Earlier this year, Bird City Wisconsin awarded small grants to six Bird City communities: Bayfield, Fond du Lac, Madison, Ozaukee County, Sheboygan, and Wausau. Here's what Bayfield accomplished with its award.
Kate Kitchell, chair of the City of Bayfield’s Parks and Recreation Committee, reports that the city initiated a project to enhance access to and appreciation of the Big Ravine Preserve in 2019.
Located just a block from the city’s downtown, the preserve encompasses over 350 forested acres with a steep watershed and creek that have been protected in a natural state since the 1950s. It includes significant intact habitat for a variety of migratory and breeding birds, as well as other wildlife, and is cherished by Bayfield residents, who use it year-round for enjoying nature, bird watching, and non-motorized recreation.
A component of Bayfield’s enhancement project is creating a gateway to the preserve at the Gil Larsen Trailhead by improving physical access, adding native trees, installing a native plant garden, and describing the natural and cultural history as well as recreational opportunities. Bird City Wisconsin contributed $500 toward the creation of an interpretive sign describing the geographical significance of the Big Ravine and its enchanting forests, colorful birds, and secretive wildlife.
Kate reports that over a dozen species of native plants are now thriving in the preserve’s new native plant garden, and that butterflies, bees, and Ruby-throated Hummingbirds were all quick to visit. The impacts of the COVID-19 pandemic kept the interpretive sign from being created and installed by August, as planned, but Kate reports that the design is complete and the sign will be erected in spring 2021, after the ground thaws.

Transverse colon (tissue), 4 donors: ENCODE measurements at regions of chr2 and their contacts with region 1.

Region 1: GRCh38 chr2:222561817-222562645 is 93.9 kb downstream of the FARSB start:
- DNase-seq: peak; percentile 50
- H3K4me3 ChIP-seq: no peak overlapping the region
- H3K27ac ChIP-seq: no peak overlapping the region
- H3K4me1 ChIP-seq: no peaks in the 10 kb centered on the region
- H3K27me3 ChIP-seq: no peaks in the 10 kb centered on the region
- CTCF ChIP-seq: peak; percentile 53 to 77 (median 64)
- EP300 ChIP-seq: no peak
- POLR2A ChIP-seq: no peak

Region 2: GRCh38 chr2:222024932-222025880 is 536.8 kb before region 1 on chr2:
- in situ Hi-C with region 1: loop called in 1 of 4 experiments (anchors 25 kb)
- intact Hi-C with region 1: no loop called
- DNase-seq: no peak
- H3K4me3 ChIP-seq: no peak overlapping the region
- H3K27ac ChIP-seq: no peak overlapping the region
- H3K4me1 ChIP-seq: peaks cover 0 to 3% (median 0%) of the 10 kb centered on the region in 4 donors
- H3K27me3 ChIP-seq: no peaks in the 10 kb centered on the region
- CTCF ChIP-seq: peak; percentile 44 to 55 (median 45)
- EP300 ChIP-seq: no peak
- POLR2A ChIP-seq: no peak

She also tells us that the Big Ravine saw unprecedented numbers of visitors this year. “We estimate three or four times more users than in previous years, including many family groups with lots of children enjoying the trails, creek, and the beauty of the ravine,” she writes. “Comments were overwhelmingly positive, including surprise about such a gem right in Bayfield’s backyard as well as plans to return.”
Bird City Wisconsin's small grants were intended to kickstart local projects that help Bird City communities create and protect bird habitat, educate residents about the many positive interactions between birds and people, and reduce threats to birds.